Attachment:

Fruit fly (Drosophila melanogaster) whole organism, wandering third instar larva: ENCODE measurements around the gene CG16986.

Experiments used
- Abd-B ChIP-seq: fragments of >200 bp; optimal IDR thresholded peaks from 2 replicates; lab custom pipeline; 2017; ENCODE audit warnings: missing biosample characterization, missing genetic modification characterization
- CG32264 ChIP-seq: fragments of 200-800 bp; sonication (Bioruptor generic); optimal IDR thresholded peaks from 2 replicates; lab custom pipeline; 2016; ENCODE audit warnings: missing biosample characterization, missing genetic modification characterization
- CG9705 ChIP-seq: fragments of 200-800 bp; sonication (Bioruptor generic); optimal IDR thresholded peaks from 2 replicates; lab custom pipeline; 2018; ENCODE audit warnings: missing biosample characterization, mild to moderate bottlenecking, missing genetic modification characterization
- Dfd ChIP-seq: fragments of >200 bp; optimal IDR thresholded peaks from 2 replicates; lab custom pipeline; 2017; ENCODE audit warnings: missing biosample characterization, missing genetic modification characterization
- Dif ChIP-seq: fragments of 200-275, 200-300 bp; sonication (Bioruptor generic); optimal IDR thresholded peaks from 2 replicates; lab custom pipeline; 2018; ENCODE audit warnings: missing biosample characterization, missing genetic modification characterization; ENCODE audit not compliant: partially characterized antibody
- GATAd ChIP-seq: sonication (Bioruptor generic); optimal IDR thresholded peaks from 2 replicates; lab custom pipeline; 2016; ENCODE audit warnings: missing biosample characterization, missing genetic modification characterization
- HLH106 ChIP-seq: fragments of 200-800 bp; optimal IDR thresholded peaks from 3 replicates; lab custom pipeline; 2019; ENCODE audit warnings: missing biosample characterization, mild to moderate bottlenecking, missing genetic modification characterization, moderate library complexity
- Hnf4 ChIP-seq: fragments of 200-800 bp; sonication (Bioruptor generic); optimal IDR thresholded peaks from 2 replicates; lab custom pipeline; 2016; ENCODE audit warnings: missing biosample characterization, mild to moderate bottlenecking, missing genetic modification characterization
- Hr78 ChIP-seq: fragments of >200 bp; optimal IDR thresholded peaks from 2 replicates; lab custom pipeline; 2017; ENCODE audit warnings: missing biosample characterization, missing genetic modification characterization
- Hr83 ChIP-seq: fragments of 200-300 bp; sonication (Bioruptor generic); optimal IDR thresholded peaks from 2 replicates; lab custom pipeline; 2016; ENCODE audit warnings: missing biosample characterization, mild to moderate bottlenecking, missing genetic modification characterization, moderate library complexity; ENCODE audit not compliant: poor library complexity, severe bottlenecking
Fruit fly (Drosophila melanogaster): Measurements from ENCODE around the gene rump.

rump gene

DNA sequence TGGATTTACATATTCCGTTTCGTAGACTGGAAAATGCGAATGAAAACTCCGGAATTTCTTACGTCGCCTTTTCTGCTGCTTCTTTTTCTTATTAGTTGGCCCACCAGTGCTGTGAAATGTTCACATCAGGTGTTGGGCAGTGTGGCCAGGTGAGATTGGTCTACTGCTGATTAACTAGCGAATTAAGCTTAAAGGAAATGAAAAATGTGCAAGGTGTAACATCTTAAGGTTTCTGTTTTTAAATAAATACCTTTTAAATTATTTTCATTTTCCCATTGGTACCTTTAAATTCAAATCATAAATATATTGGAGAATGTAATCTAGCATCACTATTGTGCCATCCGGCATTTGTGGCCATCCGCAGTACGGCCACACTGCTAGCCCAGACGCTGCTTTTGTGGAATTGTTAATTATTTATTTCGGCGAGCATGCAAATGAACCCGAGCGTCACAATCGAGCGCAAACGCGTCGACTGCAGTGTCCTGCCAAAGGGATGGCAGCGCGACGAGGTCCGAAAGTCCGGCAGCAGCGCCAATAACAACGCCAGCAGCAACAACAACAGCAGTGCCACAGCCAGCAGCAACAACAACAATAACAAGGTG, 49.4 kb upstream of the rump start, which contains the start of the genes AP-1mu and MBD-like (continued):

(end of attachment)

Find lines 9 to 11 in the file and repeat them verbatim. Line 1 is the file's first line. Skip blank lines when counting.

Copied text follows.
- HLH106 ChIP-seq: fragments of 200-800 bp; optimal IDR thresholded peaks from 3 replicates; lab custom pipeline; 2019; ENCODE audit warnings: missing biosample characterization, mild to moderate bottlenecking, missing genetic modification characterization, moderate library complexity
- Hnf4 ChIP-seq: fragments of 200-800 bp; sonication (Bioruptor generic); optimal IDR thresholded peaks from 2 replicates; lab custom pipeline; 2016; ENCODE audit warnings: missing biosample characterization, mild to moderate bottlenecking, missing genetic modification characterization
- Hr78 ChIP-seq: fragments of >200 bp; optimal IDR thresholded peaks from 2 replicates; lab custom pipeline; 2017; ENCODE audit warnings: missing biosample characterization, missing genetic modification characterization